Categories
Herbs & Plants

Chinese Chestnut

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Botanical Name : Castanea mollissima
Family: Fagaceae
Genus: Castanea
Species: C. mollissima
Kingdom: Plantae
Order: Fagales

Synonyms:Castanea bungeana Blume; C. duclouxii Dode; C. fargesii Dode; C. formosana (Hayata) Hayata; C. hupehensis Dode; C. mollissima var. pendula X. Y. Zhou & Z. D. Zhou; C. sativa Miller var. formosana Hayata; C. sativa var. mollissima (Blume) Pampanini; C. vulgaris Lamarck var. yunnanensis Franchet.

Common Name :Chinese Chestnut

Habitat : Castanea mollissima is native to China.In the provinces of Anhui, Fujian, Gansu, Guangdong, Guangxi, Guizhou, Hebei, Henan, Hubei, Hunan, Jiangsu, Jiangxi, Liaoning, Nei Mongol, Qinghai, Shaanxi, Shandong, Shanxi, Sichuan, Xizang, Yunnan, and Zhejiang, and also to Taiwan and Korea. It grows close to sea level in the north of its range, and at altitudes of up to 2,800 m in the south of the range. The species prefers full sun and acidic, loamy soil, and has a medium growth rate

Description:
It is a deciduous tree growing to 20 m tall with a broad crown. The leaves are alternate, simple, 10–22 cm long and 4.5–8 cm broad, with a toothed margin. The flowers are produced in catkins 4–20 cm long, with the female flowers at the base of the catkin and males on the rest. The fruit is a densely spiny cupule 4–8 cm diameter, containing two or three glossy brown nuts; these are 2–3 cm diameter on wild trees. The scientific name mollissima derives from the softly downy shoots and young leaves
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In Vietnam, Chinese chestnut  which are grown in Trùng Khánh district, Cao B?ng province (Castanea mollissima Bl.) have highest quality with 3,3-5,4% glucose, 43,36- 46,47% glucid, 1,16 – 2% lipid, 3,12 – 3,62% protein analyzed by Vietnam National Vegetable and Fruit Researching Institution in 1999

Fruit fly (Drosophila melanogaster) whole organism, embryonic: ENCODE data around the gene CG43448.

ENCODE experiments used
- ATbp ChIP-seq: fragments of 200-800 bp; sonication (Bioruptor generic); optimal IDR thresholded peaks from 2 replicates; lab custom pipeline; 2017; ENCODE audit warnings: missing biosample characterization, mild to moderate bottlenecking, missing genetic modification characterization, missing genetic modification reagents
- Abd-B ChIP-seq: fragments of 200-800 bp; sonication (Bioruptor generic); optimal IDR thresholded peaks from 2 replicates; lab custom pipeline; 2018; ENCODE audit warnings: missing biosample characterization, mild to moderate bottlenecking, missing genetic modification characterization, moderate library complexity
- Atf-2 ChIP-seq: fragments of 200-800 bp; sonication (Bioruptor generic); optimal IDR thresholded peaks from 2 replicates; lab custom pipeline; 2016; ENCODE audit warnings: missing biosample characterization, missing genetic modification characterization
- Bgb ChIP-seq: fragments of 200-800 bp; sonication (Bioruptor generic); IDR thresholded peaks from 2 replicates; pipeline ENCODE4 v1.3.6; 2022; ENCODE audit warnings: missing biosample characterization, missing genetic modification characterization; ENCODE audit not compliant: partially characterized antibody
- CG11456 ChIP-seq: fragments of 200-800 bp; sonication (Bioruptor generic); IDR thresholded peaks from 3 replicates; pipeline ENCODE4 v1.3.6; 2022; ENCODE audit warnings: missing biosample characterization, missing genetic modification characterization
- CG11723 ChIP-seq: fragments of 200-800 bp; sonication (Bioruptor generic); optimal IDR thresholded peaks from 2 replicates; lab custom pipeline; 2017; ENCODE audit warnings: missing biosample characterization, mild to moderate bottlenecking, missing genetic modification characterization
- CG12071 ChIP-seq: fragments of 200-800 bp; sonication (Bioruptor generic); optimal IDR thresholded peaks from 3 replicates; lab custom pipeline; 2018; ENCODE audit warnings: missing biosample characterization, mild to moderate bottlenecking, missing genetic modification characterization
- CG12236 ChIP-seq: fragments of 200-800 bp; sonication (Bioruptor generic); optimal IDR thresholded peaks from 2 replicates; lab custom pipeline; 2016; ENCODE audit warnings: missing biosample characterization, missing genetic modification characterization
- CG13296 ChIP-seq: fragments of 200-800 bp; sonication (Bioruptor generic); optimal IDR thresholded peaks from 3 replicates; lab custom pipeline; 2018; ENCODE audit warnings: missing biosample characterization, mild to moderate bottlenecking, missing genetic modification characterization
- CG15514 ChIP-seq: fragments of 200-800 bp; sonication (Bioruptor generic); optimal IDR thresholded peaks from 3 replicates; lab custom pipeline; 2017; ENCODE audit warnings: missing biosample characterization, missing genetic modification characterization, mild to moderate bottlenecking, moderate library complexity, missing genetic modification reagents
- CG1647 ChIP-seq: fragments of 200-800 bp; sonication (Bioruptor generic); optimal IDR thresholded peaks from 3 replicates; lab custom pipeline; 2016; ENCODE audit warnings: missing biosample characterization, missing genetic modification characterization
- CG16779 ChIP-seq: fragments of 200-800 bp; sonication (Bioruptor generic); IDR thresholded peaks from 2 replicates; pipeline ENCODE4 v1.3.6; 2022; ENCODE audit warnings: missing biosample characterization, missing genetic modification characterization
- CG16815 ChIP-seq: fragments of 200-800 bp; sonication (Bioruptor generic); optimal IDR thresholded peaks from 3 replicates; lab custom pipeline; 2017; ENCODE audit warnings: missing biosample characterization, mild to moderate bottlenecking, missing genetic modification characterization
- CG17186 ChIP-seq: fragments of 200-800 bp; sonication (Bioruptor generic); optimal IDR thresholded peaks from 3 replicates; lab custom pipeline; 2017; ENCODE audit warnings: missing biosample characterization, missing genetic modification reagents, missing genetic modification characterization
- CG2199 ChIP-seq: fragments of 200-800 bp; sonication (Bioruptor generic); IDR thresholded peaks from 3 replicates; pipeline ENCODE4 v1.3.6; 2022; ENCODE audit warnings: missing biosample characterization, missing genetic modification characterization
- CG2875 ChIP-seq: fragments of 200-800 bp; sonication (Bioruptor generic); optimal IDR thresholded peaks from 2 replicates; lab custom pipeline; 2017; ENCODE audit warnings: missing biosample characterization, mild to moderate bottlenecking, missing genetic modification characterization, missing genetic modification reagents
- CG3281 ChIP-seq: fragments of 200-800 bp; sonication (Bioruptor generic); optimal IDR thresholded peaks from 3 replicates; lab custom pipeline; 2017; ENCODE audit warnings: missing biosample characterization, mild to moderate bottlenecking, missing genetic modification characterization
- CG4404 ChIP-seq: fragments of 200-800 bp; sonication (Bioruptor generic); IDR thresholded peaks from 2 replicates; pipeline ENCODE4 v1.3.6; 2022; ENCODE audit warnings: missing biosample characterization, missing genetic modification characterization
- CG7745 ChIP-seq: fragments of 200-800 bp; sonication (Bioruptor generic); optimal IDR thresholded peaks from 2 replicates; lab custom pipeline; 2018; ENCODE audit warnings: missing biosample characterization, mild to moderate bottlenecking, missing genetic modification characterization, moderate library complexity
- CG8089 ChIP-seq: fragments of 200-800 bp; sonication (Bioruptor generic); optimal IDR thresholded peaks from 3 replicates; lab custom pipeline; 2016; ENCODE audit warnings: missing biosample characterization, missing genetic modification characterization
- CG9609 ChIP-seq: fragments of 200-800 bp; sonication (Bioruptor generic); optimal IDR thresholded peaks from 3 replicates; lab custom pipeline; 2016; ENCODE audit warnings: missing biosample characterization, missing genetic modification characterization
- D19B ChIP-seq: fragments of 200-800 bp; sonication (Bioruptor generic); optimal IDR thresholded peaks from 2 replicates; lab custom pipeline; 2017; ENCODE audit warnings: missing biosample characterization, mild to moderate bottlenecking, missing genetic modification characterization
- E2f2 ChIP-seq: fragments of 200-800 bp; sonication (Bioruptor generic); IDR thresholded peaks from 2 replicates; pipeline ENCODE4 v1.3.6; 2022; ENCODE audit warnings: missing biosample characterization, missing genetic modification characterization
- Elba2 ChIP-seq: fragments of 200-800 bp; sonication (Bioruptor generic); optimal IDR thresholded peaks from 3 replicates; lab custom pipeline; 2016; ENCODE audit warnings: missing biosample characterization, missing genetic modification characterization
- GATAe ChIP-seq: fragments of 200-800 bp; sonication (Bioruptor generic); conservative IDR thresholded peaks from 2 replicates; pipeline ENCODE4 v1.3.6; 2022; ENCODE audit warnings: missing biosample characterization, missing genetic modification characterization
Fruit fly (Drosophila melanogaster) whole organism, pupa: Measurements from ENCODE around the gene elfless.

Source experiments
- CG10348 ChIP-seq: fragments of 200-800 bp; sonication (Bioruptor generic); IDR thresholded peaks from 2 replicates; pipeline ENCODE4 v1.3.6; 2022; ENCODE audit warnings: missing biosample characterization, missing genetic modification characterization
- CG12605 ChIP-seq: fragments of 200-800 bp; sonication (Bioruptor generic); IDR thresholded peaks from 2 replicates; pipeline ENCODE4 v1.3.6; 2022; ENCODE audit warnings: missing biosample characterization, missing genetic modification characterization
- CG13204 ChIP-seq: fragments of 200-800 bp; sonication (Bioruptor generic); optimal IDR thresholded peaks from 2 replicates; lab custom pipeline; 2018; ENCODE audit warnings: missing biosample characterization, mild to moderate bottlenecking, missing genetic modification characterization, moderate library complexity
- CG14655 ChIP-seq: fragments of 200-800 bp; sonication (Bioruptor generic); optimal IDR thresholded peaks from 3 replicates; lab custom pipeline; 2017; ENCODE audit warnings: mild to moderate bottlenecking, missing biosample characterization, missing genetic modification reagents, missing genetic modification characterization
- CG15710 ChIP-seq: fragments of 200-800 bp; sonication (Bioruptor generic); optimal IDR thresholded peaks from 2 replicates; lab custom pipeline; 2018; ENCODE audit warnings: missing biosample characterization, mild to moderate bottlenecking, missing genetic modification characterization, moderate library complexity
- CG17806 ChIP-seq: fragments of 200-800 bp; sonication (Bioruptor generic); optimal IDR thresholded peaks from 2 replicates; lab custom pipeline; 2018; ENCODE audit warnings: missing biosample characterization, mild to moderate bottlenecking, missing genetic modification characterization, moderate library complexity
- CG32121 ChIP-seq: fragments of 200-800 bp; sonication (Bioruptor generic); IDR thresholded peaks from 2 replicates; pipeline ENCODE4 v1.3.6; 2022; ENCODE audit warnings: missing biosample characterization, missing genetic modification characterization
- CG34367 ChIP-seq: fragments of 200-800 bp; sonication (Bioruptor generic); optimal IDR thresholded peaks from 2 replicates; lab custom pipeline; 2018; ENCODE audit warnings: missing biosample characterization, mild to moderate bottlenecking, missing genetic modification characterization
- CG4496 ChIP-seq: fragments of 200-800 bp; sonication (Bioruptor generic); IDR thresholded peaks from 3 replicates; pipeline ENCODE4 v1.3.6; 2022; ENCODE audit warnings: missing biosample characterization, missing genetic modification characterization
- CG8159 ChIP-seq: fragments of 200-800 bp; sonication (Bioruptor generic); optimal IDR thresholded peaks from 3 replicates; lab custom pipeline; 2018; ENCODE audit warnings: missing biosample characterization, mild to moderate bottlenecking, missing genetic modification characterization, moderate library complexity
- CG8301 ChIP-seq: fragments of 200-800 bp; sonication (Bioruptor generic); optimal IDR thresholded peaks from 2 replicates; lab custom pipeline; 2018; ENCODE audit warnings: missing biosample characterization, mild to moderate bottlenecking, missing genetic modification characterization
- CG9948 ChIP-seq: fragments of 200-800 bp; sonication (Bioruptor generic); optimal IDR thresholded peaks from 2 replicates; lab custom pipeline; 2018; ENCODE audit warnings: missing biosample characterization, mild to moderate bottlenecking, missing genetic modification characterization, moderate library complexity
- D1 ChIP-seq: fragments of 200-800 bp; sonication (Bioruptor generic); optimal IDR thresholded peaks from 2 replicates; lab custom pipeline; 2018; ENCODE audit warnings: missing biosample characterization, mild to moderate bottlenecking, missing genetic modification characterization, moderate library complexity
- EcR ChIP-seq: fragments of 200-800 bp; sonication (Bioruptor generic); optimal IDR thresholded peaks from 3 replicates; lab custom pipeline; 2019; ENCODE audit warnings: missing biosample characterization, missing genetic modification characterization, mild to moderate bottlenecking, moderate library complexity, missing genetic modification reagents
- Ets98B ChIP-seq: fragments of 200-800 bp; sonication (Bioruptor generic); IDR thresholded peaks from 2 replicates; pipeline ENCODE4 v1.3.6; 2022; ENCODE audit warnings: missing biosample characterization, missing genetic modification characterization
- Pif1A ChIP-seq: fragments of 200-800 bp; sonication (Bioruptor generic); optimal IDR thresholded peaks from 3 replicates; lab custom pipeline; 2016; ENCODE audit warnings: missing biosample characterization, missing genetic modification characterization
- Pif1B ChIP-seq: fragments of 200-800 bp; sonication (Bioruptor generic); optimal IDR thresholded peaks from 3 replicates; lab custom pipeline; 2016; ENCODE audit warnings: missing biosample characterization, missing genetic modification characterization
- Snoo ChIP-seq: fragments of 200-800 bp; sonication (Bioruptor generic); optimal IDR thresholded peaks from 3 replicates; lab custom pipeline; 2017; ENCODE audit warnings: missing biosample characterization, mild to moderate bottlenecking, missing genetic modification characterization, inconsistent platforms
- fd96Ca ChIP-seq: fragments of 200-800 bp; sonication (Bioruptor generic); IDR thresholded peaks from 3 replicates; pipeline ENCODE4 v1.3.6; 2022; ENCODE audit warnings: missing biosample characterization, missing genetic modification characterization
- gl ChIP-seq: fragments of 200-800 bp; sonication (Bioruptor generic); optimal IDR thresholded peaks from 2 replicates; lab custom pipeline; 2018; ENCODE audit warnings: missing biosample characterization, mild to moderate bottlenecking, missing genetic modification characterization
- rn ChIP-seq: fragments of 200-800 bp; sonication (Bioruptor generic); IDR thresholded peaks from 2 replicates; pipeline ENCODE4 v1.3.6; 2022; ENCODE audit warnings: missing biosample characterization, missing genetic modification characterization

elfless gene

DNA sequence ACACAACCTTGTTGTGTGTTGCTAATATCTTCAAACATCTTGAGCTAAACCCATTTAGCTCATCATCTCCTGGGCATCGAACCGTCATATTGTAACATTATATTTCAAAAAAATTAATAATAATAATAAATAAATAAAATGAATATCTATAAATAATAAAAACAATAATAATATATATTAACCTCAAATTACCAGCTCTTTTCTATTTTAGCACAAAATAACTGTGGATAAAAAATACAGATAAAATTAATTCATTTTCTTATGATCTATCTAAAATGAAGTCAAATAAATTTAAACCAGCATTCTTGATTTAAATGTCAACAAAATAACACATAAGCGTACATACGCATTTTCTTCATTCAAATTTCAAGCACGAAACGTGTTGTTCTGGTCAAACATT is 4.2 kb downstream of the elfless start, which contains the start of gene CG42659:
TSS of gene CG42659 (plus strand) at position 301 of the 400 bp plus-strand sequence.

Edible Uses:
The nuts are edible, and the tree is widely cultivated in eastern Asia; over 300 cultivars have been selected for nut production, subdivided into five major regional groups: Northern, Yangtze River Valley, Sichuan and Guizhou, Southern and Southwestern. Besides that, the Dandong chestnut (belonging to the Japanese chestnut – Castanea crenata) is a major cultivar in Liaoning Province. Some cultivars, such as ‘Kuling’, ‘Meiling’, and ‘Nanking’, have large nuts up to 4 cm diameter. The nuts are sweet, and considered by some to have the best taste of any chestnut, though others state they are not as good as the American Chestnut. The nuts also provide a significant food source for wildlife.

Medicinal Uses:
A decoction of the burrs is used in the treatment of diarrhea, uncontrollable nose bleed, dysentery, regurgitation and profound thirst. The flowers are used in the treatment of scrofula. The stem bark is used to treat poisoned wounds whilst the stem sap is used to treat lacquer poisoning.

Disclaimer:
The information presented herein is intended for educational purposes only. Individual results may vary, and before using any supplements, it is always advisable to consult with your own health care provider.

Resources:
http://www.herbnet.com/Herb%20Uses_C.htm
http://en.wikipedia.org/wiki/Castanea_mollissima

http://www.southeasternflora.com/view_flora.asp?plantid=462#

http://www.hort.net/gallery/view/fag/casmo50

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Categories
Herbs & Plants

American Chestnut

Botanical Name :Castanea dentata
Family: Fagaceae
Genus: Castanea
Species: C. dentata
Kingdom: Plantae
Order: Fagales

Common Name :American Chestnut

Habitat : Castanea dentata is native to eastern North America. Before the species was devastated by the chestnut blight, a fungal disease, it was one of the most important forest trees throughout its range.

Description: